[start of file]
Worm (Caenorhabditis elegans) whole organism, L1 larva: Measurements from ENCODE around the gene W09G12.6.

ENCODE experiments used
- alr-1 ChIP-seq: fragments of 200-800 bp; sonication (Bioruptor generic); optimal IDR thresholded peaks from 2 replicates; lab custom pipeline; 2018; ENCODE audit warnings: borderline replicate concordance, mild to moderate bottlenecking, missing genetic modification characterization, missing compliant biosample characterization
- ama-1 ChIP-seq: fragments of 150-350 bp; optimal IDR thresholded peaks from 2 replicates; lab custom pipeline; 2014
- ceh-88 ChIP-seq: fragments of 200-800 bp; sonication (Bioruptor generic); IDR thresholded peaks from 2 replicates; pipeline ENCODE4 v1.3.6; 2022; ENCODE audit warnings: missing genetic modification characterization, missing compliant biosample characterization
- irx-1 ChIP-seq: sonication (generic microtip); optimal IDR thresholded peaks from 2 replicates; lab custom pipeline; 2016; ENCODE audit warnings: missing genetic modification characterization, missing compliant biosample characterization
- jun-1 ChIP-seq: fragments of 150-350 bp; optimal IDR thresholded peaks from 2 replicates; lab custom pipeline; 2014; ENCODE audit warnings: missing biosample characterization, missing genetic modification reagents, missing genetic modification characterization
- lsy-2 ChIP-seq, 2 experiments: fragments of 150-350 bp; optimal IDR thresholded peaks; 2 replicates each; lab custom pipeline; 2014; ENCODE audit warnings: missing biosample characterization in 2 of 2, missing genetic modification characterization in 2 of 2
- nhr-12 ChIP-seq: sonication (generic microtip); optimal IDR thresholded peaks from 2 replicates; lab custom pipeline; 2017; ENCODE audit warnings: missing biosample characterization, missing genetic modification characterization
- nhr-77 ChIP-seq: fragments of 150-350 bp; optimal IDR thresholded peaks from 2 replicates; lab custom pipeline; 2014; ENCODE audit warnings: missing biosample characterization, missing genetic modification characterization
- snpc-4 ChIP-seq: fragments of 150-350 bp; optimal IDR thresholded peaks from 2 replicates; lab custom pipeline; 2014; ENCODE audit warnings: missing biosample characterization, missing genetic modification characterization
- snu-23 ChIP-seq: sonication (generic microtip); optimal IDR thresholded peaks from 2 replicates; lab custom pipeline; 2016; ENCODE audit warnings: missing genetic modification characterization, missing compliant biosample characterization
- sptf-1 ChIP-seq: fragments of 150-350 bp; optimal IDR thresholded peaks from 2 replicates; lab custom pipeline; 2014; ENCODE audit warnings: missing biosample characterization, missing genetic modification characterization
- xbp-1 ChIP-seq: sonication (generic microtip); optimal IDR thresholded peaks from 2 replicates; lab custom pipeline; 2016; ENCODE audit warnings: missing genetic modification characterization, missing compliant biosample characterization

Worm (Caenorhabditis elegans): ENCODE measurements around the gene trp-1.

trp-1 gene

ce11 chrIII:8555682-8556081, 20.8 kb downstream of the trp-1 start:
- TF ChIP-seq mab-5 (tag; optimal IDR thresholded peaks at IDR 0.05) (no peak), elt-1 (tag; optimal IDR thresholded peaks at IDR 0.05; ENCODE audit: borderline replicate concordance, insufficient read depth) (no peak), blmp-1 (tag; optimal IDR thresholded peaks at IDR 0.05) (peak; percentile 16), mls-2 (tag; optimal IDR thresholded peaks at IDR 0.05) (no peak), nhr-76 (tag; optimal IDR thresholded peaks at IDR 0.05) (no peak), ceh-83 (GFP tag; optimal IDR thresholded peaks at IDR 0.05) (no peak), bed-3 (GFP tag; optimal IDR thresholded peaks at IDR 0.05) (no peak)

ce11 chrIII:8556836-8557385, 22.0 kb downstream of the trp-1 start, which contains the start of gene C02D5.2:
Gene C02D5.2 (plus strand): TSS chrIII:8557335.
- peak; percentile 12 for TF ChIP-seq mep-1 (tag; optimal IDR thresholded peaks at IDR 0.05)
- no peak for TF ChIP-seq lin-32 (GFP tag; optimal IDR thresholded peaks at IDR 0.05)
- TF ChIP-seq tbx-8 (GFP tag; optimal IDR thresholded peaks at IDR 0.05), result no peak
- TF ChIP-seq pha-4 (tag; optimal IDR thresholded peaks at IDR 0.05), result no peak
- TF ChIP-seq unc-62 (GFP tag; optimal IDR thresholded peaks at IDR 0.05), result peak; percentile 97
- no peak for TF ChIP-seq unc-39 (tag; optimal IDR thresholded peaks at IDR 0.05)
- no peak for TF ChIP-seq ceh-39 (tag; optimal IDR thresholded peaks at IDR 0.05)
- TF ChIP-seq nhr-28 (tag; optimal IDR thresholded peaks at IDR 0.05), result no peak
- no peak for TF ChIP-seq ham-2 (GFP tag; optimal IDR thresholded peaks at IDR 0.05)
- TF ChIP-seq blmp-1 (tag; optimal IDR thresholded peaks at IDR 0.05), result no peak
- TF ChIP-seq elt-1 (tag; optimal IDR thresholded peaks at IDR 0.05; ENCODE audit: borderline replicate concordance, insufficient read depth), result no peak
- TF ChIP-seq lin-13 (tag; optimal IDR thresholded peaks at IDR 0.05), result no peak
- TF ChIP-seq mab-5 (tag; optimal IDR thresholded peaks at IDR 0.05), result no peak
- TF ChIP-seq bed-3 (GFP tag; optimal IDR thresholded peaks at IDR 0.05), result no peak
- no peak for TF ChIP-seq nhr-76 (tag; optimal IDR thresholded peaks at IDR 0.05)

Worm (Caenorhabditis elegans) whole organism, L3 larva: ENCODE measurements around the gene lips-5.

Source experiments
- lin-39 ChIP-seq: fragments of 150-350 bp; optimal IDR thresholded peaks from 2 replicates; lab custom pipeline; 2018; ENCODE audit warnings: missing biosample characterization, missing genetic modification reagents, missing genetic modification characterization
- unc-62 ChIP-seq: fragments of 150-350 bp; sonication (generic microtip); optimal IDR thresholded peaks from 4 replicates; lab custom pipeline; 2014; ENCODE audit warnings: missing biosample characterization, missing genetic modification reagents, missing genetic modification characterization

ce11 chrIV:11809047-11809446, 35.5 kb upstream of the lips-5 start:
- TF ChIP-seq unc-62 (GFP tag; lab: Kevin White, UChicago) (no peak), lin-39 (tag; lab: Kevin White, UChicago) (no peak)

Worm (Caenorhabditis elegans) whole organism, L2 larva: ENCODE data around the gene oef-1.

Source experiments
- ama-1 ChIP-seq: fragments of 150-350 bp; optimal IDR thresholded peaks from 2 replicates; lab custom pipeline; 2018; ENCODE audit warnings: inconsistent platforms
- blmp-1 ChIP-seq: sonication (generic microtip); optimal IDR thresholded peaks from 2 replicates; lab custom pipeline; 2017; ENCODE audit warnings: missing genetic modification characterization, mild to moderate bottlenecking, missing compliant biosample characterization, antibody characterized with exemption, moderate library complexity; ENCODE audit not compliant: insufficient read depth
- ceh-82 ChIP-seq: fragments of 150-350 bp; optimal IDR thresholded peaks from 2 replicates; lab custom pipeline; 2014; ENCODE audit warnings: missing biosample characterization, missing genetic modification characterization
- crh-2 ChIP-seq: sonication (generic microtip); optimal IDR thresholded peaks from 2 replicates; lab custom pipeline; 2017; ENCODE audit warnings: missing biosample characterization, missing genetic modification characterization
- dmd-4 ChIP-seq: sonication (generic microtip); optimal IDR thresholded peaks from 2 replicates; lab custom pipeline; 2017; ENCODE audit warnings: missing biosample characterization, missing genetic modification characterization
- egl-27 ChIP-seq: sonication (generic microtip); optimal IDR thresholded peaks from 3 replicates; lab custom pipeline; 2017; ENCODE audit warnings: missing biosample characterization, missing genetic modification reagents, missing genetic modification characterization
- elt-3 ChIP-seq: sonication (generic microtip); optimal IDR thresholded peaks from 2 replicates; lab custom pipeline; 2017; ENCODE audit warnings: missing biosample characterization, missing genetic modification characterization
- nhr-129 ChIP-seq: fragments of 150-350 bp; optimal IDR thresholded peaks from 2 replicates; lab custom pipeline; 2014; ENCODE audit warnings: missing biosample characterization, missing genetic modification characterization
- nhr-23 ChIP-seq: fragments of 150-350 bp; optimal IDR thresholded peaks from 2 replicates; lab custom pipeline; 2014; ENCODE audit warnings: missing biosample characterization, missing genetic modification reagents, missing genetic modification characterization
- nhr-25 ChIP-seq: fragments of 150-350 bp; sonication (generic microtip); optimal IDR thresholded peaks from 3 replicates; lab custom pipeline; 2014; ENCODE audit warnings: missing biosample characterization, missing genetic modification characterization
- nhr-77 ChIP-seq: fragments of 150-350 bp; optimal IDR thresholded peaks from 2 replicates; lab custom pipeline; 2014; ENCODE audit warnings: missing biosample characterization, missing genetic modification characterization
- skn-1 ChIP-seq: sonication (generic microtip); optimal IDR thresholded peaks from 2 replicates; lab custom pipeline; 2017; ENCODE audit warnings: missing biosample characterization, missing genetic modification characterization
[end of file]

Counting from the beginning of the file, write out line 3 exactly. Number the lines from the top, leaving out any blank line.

- alr-1 ChIP-seq: fragments of 200-800 bp; sonication (Bioruptor generic); optimal IDR thresholded peaks from 2 replicates; lab custom pipeline; 2018; ENCODE audit warnings: borderline replicate concordance, mild to moderate bottlenecking, missing genetic modification characterization, missing compliant biosample characterization